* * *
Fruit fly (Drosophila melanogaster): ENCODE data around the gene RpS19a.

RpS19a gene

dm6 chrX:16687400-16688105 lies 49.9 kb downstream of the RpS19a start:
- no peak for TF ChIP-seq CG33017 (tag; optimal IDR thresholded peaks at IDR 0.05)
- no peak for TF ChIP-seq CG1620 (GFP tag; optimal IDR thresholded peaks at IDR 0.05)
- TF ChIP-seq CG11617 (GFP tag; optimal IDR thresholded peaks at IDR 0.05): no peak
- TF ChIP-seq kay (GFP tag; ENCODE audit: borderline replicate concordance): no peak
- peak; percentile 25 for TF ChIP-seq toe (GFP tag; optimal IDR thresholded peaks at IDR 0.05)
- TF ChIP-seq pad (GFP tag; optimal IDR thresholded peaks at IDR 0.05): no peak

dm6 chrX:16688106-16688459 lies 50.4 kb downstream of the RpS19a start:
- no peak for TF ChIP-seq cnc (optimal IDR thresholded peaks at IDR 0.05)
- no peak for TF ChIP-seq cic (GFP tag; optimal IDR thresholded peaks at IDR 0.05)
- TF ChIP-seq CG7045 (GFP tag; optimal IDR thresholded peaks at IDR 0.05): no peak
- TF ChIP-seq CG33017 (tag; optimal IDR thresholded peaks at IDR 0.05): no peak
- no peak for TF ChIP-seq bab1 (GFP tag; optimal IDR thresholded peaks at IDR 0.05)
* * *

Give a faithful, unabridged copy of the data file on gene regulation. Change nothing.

Fruit fly (Drosophila melanogaster): ENCODE data around the gene RpS19a.

RpS19a gene

dm6 chrX:16687400-16688105 lies 49.9 kb downstream of the RpS19a start:
- no peak for TF ChIP-seq CG33017 (tag; optimal IDR thresholded peaks at IDR 0.05)
- no peak for TF ChIP-seq CG1620 (GFP tag; optimal IDR thresholded peaks at IDR 0.05)
- TF ChIP-seq CG11617 (GFP tag; optimal IDR thresholded peaks at IDR 0.05): no peak
- TF ChIP-seq kay (GFP tag; ENCODE audit: borderline replicate concordance): no peak
- peak; percentile 25 for TF ChIP-seq toe (GFP tag; optimal IDR thresholded peaks at IDR 0.05)
- TF ChIP-seq pad (GFP tag; optimal IDR thresholded peaks at IDR 0.05): no peak

dm6 chrX:16688106-16688459 lies 50.4 kb downstream of the RpS19a start:
- no peak for TF ChIP-seq cnc (optimal IDR thresholded peaks at IDR 0.05)
- no peak for TF ChIP-seq cic (GFP tag; optimal IDR thresholded peaks at IDR 0.05)
- TF ChIP-seq CG7045 (GFP tag; optimal IDR thresholded peaks at IDR 0.05): no peak
- TF ChIP-seq CG33017 (tag; optimal IDR thresholded peaks at IDR 0.05): no peak
- no peak for TF ChIP-seq bab1 (GFP tag; optimal IDR thresholded peaks at IDR 0.05)